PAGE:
HISTORY OF THE SUPER BOWL
The Super Bowl, also known as simply Superbowl — a territory acquisition athletic contest played upon a fixed agrarian grid using as a token an inflated porcine prolate spheroid — is one of the most important holidays of the year in America. Some will say that it is a secular holiday, others argue that it is truly a religious holiday. And there are many reasons why: it has a liturgy, lots of prayer, ceremonial clothing, and rituals. Indeed these rituals have changed throughout history. For example, it used to be that commercials were the part of the service that was intended for taking a bio break, but not in recent years. The commercials are an increasingly important part of the service, and some (like me) watch Super Bowl specifically for the advertisements. Over one third of viewers polled said they watch for the commercials. Google observes that those companies that post their ads on YouTube before the game received 3.4 times more views than those who didn’t. And during the game they are up 11% from last year. It now costs $5M for 30 seconds of air time. With 114.4 million people on average watching last year, that’s a lot of eyeballs.
It’s the #2 food day. After Thanksgiving Day more food is consumed on Super Bowl Sunday than any other day of the year. These are usually selected for their high caloric index, sodium content, and crunch factor — along with carbonated inebriating fluids, all 325 million gallons of it. That’s about 500 Olympic-sized pools full of beer. 1.3 billion chicken wings will be consumed this year, over 62 million pounds.
Consider Supermarkets (named after Superbowl) which decorate the chips aisle as it if is Christmas. If you work for Frito-Lay, it is Christmas. People are also decorating themselves: 11% of viewers will buy new team gear for the game, almost 21 million items. And almost 9 million new TVs will be bought to watch the game this year.
Advertisers will pay up to $166,666 per second for an advert. Who can forget the premier of Apple Macintosh *, directed by Ridley Scott (who directed Gladiator and Prometheus), during the 1984 Super Bowl, when the ad closed with:
On January 24th, Apple Computer will introduce Macintosh.
And you’ll see why 1984 won’t be like “1984.”
Super Bowl is the modern name, since 1967, for the professional football championship contests, which extend back into antiquity, Roman antiquity to be precise. However, this year it will be called Super Bowl 50 instead of the historically correct L, the Roman numerals for 50 to honor those Roman roots of gladiatorial contests. This is of course a blatant anti-Latin bias, a dumbing down of an almost half-century tradition of naming the game using the language we all grew up with. It is time to campaign for a return to the original Latin. Next year: Super Bowl LI.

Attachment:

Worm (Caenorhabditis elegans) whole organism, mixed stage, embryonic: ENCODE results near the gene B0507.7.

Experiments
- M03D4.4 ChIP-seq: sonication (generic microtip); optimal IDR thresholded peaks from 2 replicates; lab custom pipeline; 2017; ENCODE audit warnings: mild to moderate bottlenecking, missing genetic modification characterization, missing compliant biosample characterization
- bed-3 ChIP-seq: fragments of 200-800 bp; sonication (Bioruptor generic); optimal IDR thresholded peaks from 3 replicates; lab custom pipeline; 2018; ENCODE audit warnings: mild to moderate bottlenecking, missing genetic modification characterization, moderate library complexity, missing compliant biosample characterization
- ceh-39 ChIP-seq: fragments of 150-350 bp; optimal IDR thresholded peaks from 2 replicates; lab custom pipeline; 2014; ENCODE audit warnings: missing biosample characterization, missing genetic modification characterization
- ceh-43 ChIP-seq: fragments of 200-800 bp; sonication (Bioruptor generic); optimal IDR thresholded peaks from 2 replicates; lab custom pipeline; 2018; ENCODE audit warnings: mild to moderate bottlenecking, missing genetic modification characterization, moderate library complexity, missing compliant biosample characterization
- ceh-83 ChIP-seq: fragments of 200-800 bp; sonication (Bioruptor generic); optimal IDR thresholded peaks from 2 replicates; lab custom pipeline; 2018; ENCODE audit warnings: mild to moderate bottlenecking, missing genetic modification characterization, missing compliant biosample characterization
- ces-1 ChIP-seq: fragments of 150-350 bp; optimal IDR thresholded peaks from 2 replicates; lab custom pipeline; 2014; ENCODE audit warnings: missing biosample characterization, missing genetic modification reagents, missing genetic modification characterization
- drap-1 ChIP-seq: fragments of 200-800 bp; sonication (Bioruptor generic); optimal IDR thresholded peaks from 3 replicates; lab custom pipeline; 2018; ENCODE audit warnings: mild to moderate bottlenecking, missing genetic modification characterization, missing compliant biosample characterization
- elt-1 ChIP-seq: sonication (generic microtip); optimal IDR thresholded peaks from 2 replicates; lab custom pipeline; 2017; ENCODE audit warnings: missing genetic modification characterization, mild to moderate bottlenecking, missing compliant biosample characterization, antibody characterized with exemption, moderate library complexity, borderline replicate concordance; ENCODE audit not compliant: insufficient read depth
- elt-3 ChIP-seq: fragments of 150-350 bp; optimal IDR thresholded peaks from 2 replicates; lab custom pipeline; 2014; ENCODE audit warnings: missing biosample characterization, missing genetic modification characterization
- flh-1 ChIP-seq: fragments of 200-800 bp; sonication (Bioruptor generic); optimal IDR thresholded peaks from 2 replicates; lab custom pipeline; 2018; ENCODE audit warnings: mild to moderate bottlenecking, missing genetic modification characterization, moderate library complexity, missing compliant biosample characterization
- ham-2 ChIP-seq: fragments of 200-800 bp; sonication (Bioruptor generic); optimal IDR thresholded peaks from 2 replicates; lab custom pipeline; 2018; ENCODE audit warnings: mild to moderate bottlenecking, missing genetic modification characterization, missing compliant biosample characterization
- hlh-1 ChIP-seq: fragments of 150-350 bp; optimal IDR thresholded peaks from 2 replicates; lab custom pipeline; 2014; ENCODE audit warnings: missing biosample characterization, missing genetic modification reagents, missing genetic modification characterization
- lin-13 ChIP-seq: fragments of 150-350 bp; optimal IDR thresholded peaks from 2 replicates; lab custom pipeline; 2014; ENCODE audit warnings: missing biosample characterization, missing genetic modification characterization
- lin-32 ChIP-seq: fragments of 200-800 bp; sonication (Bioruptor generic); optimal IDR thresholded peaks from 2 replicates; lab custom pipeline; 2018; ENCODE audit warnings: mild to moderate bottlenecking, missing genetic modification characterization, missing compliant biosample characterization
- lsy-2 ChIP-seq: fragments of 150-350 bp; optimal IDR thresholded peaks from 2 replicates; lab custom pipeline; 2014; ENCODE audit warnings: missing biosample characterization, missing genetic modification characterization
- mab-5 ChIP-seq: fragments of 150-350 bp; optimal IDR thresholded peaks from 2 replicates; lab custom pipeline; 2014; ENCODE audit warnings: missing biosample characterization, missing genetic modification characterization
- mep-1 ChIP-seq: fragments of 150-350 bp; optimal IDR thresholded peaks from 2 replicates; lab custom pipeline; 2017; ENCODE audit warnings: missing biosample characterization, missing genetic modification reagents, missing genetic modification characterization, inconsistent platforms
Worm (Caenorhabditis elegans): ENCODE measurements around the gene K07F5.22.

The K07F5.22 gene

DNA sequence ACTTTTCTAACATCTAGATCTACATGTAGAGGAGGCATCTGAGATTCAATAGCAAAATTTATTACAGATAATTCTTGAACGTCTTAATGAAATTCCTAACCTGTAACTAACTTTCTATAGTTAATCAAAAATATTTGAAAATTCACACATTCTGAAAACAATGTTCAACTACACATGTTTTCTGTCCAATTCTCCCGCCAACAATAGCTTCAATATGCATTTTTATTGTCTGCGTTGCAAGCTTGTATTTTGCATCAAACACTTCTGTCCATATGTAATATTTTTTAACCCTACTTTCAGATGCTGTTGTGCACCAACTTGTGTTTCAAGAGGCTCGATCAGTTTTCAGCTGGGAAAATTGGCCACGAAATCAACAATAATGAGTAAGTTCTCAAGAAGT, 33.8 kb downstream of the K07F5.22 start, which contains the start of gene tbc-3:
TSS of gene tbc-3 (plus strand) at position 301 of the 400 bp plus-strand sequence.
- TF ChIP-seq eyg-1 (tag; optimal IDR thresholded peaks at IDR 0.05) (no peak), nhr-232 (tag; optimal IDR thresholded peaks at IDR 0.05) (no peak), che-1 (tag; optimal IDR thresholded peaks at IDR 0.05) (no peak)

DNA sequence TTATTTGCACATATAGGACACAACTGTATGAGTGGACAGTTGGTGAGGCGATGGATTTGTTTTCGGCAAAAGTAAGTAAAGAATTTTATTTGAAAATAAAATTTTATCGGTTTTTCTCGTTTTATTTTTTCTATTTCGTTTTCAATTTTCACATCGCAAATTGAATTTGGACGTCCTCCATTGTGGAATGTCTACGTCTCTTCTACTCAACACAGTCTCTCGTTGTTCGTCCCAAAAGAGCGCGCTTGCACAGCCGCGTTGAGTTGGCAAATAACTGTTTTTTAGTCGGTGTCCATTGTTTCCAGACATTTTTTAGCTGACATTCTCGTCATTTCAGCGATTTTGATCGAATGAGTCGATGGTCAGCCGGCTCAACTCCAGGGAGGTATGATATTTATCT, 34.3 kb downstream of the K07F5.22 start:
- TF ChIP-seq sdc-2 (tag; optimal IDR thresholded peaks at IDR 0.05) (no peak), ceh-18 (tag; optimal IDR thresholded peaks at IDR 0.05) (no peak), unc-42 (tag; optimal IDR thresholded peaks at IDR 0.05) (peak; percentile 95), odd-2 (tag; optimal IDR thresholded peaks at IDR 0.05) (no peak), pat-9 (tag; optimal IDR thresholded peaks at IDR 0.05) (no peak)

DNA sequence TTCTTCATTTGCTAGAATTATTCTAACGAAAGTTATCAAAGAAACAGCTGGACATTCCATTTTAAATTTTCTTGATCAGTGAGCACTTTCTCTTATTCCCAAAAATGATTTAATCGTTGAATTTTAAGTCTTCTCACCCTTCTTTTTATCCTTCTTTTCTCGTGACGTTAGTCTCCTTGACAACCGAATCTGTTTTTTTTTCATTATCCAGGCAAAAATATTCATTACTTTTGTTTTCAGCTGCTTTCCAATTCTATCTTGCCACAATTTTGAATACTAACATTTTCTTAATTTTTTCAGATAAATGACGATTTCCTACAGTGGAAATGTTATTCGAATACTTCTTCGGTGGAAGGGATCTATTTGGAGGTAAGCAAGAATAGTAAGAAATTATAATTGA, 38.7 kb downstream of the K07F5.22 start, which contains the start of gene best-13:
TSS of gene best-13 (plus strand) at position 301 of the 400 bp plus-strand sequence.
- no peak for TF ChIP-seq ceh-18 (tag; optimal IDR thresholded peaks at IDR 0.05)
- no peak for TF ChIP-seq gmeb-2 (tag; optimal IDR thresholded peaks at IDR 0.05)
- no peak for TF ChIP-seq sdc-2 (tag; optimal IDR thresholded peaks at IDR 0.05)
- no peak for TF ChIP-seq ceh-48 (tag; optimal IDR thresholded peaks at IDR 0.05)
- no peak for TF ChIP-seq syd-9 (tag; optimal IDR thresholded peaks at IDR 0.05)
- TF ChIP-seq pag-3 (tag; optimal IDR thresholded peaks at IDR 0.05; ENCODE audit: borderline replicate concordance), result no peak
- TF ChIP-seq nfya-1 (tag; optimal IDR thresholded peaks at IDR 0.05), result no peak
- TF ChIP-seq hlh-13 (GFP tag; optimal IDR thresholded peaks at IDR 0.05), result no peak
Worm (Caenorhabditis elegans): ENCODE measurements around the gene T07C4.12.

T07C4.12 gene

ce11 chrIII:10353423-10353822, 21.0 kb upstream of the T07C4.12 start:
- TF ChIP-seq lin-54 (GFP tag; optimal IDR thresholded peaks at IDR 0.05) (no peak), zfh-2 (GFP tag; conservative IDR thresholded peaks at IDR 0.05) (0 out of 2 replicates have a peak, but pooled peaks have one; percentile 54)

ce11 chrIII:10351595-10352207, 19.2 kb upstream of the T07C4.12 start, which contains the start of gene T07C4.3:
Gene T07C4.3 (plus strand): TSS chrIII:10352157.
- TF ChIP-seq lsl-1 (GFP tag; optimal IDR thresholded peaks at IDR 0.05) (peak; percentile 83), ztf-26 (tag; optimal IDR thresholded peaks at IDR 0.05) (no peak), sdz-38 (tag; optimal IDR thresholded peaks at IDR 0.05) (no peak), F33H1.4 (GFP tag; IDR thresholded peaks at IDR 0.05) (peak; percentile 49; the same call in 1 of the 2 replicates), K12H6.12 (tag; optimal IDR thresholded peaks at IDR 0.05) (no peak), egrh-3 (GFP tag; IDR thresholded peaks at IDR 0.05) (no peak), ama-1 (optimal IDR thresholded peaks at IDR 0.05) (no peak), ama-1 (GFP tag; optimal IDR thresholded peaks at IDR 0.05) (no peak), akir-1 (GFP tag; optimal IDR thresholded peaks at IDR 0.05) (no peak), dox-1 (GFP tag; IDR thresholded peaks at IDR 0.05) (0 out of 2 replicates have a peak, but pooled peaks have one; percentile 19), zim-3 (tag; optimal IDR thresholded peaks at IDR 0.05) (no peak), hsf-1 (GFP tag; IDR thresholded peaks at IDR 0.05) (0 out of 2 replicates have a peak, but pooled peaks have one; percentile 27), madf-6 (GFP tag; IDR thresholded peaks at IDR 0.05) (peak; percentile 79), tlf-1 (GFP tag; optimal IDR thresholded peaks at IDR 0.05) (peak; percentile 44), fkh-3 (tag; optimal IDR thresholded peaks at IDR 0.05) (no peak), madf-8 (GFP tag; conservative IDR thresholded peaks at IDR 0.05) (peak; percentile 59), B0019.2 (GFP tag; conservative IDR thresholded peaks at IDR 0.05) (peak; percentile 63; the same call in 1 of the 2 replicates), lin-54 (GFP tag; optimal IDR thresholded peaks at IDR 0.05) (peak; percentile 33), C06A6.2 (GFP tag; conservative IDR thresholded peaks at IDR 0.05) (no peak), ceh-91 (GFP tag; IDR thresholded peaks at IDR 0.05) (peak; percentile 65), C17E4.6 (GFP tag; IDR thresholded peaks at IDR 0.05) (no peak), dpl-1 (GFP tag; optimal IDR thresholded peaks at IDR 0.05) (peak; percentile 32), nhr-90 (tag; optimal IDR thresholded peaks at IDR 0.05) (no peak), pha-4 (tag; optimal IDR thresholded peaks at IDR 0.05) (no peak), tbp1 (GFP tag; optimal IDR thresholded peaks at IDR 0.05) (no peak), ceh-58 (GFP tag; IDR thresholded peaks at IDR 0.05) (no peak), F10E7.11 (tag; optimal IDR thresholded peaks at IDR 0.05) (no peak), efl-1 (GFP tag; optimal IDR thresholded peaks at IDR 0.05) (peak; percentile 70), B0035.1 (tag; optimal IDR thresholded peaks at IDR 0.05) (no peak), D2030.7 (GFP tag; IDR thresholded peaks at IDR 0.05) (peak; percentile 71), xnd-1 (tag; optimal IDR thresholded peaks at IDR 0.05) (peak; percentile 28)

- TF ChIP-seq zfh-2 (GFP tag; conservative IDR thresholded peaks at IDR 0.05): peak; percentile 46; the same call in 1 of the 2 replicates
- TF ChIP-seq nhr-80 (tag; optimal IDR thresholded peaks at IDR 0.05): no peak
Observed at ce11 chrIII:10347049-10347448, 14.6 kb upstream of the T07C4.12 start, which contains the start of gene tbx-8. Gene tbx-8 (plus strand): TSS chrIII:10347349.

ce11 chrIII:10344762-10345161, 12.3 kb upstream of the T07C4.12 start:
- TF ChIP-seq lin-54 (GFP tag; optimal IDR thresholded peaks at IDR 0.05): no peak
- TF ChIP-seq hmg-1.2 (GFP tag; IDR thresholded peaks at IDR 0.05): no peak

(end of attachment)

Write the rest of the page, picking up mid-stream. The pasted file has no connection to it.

This contest is between the conferences of the National Football League (NFL), so named for the League, that unit of measurement used to express the distance a Roman citizen could walk in 1 hour. The modern game, however, is about 4 times that length of time. The NFL is divided neatly into two unequal halves, the NFC (National Football Conference) and the AFC (American Football Conference.) These Conferences are each further subdivided into Meetings, Get-Togethers, and One-On-Ones. The Super Bowl will not involve the ICFL (Continental Indoor Footfall League) as it is not a TLA (Three Letter Acronym). The winner of the Super Bowl will be declared the “world champions of football,” of course ignoring other inhabited countries who also play football (soccer) and they have a championship involving not a bowl, but a cup. And involvement from teams from outer space is out of the question. For space action we’ll have to just wait for the next Star Trek movie.
Where does the word “bowl” come from? Originally, it comes from the Rose Bowl, a college football contest, played in Pasadena, CA which is done in an elliptical stadium. Now a stadium is where foot races were held in ancient Rome, but spectator gladiatorial contests like this were held in amphitheaters, like the Colosseum in Rome, or Flavian Amphitheater, so named from the ancient Greek word because they were made up of two theaters joined together or theaters on both sides. But that is more ancient history than most people can handle.
- Half Time
Nominally named for being approximately in the middle of the game, or 2 quarters in, or 4 bits worth, or 50 cent, but not the singer. Unlike many other football broadcasts, this part is actually shown to the audience watching from home. These festivities consist of first-class as well as second-rate musical performers, some who have questionable taste in attire, others who have costuming clumsiness or so called “wardrobe malfunctions.”
- 2 Minute Warning
Super Bowl, while using a clock, does not intend that this is to be understood as representing actual “wall clock” time, rather, it uses poetic license to represent an epochal period that could last 30 minutes or an hour and a half, given overtimes.
There is one reason for celebrating at the end of Super Bowl, especially for “football widows” or “football widowers” like me. It means the end of the professional football season for the year!
Bill Petro, your friendly neighborhood historian
* This was not the very first airing of that famous commercial. It had been shown just before midnight on December 31, 1983 on KMVT-TV in Twin Falls, Idaho in order to be eligible for that year’s advertising awards.